The underlying motive of Article 31 is to prevent banks from requiring additional fees and expenses from consumers. Within the framework of the Law No. 4077, loan provider banks open separate accounts in practice for the deposit of the loan-related debts of consumers and receive transaction fees from these accounts under various names. According to the regulation introduced by the New LCP, in case such accounts are used only for loan-related purposes, banks cannot request additional fees or expenses regarding such account under any name and the account shall be closed upon the payment of the loan by the consumer unless the consumer demands otherwise.
The mentioned article is also parallel to Article 4 of the New LCP relating to the expenses required from consumers. To this should be added that a loan deposit agreement related to the loan agreement with definite term cannot be executed without an explicit directive of the consumer in this regard which aims at preventing the payment of the loan through another loan. Pursuant to the third paragraph of this article, card-issuing institutions are obliged to offer credit cards to consumers via which they do not collect annual subscription fees and other costs under different names.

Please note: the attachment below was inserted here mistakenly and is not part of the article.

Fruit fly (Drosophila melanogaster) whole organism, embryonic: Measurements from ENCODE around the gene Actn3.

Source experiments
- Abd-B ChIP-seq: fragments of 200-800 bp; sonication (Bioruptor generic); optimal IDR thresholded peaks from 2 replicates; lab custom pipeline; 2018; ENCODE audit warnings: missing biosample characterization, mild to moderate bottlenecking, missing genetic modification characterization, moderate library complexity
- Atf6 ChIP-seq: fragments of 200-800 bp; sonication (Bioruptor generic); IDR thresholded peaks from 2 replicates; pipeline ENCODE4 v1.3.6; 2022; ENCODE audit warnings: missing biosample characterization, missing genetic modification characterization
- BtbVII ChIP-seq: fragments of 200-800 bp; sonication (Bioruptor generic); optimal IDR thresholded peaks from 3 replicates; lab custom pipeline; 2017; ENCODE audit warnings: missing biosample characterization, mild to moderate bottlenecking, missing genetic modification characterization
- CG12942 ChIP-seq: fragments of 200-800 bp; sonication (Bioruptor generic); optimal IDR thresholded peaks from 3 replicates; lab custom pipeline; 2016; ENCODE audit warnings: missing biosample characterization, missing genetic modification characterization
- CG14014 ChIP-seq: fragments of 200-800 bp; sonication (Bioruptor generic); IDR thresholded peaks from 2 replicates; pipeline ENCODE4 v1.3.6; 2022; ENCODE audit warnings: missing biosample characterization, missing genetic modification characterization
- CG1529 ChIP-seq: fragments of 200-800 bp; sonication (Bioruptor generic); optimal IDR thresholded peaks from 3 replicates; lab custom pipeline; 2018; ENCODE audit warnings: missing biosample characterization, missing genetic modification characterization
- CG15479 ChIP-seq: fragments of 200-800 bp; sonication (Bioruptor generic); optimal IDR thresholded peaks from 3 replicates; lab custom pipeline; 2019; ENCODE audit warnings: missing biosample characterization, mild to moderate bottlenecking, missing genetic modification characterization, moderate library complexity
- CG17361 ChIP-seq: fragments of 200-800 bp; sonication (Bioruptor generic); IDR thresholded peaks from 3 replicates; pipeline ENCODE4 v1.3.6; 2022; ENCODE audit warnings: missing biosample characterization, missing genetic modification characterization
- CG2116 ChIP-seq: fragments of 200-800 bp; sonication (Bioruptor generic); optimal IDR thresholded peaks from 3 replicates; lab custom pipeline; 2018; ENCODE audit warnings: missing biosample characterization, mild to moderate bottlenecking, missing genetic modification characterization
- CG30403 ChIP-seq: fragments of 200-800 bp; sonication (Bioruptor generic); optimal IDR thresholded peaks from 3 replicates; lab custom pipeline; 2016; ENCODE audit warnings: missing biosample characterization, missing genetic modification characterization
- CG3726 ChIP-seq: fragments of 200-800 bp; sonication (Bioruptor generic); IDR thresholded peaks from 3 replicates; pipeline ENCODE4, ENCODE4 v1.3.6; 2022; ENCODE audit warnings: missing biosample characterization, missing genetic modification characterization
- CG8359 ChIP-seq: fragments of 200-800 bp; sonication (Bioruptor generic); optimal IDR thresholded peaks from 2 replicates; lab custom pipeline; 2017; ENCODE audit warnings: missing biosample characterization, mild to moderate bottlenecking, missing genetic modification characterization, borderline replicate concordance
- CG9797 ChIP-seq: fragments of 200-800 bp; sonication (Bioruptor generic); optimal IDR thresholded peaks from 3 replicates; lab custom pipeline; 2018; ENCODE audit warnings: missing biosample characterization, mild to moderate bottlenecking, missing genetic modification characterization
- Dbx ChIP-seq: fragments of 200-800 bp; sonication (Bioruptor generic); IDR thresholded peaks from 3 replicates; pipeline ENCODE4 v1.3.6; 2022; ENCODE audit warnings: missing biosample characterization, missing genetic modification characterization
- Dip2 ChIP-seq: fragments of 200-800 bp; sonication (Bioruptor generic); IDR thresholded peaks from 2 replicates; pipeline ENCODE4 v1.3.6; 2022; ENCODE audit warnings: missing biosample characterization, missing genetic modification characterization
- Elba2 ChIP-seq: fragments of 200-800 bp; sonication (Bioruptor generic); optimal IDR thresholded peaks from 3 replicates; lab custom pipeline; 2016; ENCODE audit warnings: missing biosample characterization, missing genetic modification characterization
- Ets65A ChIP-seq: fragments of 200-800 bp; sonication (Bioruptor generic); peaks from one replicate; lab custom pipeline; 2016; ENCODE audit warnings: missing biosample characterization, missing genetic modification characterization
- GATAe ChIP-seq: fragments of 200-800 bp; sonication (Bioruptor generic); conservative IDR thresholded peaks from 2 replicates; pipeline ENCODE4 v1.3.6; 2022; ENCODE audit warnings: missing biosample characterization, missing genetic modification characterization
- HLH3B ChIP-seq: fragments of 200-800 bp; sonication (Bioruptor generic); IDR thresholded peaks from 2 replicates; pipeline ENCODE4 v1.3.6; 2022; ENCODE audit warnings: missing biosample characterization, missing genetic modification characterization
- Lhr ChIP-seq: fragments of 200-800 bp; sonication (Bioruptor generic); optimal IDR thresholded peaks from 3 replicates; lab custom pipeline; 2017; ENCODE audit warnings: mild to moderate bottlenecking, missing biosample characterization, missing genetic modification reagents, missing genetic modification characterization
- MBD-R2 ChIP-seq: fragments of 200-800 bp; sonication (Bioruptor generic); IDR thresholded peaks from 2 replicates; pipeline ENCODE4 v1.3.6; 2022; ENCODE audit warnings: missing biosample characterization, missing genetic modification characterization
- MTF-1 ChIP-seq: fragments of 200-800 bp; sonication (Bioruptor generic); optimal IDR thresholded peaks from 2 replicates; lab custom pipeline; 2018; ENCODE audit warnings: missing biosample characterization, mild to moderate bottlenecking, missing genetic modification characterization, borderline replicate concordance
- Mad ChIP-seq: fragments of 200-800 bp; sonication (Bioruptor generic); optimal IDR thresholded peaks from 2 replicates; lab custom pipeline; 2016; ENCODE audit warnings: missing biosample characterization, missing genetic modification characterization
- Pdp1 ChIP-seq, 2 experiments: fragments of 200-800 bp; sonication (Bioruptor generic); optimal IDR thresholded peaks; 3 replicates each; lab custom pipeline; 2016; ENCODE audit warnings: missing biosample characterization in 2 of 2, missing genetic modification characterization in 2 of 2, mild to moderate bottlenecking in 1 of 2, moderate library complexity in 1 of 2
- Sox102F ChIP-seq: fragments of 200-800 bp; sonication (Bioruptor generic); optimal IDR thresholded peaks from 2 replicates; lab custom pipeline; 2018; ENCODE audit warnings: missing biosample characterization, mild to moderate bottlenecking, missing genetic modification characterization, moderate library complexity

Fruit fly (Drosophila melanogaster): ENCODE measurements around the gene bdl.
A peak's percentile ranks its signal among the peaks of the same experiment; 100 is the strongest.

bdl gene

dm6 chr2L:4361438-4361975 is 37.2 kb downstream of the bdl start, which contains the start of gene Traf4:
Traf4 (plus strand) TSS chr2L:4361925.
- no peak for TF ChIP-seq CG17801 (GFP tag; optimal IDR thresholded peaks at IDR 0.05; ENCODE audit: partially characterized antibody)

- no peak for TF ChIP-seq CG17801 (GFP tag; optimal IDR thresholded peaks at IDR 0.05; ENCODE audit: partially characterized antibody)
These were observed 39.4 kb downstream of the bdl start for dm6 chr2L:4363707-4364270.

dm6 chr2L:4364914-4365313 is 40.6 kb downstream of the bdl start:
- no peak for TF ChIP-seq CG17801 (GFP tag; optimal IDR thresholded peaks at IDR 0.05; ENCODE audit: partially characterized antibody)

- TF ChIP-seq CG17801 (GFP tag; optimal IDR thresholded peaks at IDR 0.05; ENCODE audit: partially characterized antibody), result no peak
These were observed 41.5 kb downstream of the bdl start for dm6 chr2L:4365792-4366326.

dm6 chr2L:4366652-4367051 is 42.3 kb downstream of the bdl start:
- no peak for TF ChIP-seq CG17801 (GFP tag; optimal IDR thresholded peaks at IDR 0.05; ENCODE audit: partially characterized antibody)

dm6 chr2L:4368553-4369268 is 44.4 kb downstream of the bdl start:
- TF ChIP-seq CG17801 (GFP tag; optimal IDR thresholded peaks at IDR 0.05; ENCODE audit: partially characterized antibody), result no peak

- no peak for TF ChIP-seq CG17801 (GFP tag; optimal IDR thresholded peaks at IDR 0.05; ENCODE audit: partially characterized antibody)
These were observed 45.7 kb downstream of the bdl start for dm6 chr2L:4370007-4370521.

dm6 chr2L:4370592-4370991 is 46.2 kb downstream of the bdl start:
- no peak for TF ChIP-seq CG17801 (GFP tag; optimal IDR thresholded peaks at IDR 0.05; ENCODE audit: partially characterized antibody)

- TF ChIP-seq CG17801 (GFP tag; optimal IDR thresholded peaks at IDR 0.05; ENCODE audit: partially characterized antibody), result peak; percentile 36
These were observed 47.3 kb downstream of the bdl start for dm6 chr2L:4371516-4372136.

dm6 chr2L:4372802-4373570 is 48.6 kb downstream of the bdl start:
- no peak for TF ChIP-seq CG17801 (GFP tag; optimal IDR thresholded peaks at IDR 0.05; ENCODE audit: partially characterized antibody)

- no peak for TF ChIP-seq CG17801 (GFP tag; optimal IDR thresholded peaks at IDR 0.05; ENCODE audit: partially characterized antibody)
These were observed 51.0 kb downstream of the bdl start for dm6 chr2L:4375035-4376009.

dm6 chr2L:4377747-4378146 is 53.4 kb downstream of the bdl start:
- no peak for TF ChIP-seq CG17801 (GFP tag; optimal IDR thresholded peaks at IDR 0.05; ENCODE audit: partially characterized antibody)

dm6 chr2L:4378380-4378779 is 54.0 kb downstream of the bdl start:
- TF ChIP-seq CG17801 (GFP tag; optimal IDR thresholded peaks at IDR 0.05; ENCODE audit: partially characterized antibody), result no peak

Housing Finance and Residence Sales Contract through Prepayment
Provisions of the New LCP on housing finance agreements draw parallels to that of the consumer loans. Indeed, housing finance agreements are explicitly defined as agreements leasing houses to consumers through financial leasing, letting consumers use loans under the guarantees of houses owned by them or not and in order to refinance these credits. It is worth to highlight that similar regulations to that of the consumer loan agreements (i.e. opening accounts exempt from fees and expenses, pro-consumer insurance regulations) are also accepted for the housing finance agreements.